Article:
Most parents believe that the fortunes of girls benefited only their husbands' family and not their parents.

The fundamental human rights of girls are lost. Indeed no wonder that men in this part of the world call their wives "sexual object" or "child bearing object", the only value men see in women.

Indeed, women are regarded as property of their husbands and not as partners in development. This attitude among men has largely contributed to the stagnation in the development of the North. The many conflicts in the North could be attributed to discrimination against women, who in many ways would have served as symbol of peace to their husbands if they were educated.

It is extremely difficult for a girl in the rural North to make it up to the top. Girls are betrothed to friends while in school and some are removed from school and given out for marriage.

In Christianity the issue of Eve legacy: "the woman you put here with me, she gave me some fruit and I ate it" and consequently, God's response to Eve that "I will greatly increase your pains in child bearing. In pain you will give birth to children and your desires will be for your husband and he will rule over you". This image of Eve in the Scriptures has created the impression that all women are believed to have inherited their mother, Eve, both her guilt and her guile.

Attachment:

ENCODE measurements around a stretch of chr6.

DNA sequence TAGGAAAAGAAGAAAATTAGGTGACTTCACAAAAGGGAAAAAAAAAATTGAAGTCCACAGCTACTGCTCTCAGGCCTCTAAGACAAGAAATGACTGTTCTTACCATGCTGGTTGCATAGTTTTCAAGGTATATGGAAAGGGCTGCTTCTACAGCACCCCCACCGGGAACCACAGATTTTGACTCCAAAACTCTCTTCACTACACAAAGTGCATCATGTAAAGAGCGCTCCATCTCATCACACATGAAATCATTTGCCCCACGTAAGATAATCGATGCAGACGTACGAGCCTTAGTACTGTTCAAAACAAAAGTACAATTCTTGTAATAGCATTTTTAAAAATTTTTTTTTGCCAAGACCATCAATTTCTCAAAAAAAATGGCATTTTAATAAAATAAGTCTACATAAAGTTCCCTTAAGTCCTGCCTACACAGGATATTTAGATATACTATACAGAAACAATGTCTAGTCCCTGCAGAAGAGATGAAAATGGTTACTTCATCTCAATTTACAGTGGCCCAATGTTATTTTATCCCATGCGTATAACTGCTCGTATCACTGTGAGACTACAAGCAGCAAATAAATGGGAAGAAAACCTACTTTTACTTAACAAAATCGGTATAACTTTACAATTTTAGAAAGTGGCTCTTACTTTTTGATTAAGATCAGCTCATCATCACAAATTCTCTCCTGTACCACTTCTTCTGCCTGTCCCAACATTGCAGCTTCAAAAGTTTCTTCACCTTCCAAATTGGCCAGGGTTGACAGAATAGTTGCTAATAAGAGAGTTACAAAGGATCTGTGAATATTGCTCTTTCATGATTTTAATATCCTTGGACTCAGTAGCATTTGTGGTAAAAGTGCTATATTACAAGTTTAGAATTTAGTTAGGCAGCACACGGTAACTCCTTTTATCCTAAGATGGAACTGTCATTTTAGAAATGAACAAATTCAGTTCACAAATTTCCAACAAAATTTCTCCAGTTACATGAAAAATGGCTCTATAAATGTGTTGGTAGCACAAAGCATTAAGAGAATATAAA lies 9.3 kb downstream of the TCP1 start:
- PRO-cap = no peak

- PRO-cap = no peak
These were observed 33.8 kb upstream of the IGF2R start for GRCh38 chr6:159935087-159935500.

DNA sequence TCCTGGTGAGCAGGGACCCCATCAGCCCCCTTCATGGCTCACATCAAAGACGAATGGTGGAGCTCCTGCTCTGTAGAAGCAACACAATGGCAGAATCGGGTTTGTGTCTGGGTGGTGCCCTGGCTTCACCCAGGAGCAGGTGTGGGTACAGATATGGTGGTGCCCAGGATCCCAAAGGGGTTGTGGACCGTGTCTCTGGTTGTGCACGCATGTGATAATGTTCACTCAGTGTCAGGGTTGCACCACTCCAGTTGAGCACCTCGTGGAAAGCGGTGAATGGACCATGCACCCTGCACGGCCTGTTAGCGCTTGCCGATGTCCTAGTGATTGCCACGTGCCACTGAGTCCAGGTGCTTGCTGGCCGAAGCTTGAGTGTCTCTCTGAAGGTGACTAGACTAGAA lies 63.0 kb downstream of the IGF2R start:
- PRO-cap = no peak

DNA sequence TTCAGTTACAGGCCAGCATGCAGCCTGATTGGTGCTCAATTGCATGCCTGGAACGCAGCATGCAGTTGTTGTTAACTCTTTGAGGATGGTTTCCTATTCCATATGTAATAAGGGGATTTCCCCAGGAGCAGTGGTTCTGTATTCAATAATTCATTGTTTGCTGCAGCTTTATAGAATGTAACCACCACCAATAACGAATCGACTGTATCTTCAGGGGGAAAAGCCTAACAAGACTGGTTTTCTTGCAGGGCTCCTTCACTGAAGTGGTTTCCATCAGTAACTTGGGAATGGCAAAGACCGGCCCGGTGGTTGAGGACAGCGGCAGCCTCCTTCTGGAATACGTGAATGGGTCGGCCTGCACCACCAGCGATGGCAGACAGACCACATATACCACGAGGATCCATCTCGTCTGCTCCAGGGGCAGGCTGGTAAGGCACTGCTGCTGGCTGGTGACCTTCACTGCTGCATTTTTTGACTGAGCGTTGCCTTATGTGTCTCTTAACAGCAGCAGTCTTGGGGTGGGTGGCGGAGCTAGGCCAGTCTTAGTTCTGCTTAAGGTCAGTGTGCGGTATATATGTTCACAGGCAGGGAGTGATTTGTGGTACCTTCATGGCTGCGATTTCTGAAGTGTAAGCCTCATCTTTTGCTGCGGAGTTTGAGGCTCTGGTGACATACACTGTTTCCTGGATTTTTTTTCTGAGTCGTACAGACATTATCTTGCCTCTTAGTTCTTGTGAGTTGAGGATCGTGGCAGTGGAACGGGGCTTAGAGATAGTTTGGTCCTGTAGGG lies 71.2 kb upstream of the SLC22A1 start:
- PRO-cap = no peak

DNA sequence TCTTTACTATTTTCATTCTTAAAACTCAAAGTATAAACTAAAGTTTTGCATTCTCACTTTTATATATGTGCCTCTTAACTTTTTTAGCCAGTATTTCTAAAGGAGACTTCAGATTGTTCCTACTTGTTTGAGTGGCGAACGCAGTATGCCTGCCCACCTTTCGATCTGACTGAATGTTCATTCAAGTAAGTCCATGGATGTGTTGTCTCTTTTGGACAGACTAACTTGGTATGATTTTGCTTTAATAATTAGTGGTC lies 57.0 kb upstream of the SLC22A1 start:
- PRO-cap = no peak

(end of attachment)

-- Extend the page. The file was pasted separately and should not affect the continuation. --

Consequently women are all untrustworthy, morally inferior and minced. It is also said in the Scriptures that: "No wickedness comes anywhere near the wickedness of woman. Sin began with a woman and thanks to her we all must die". Eve is held responsible for her own sin, for the sin of Adam and the original sin from which the Son of God was brought to die to save mankind.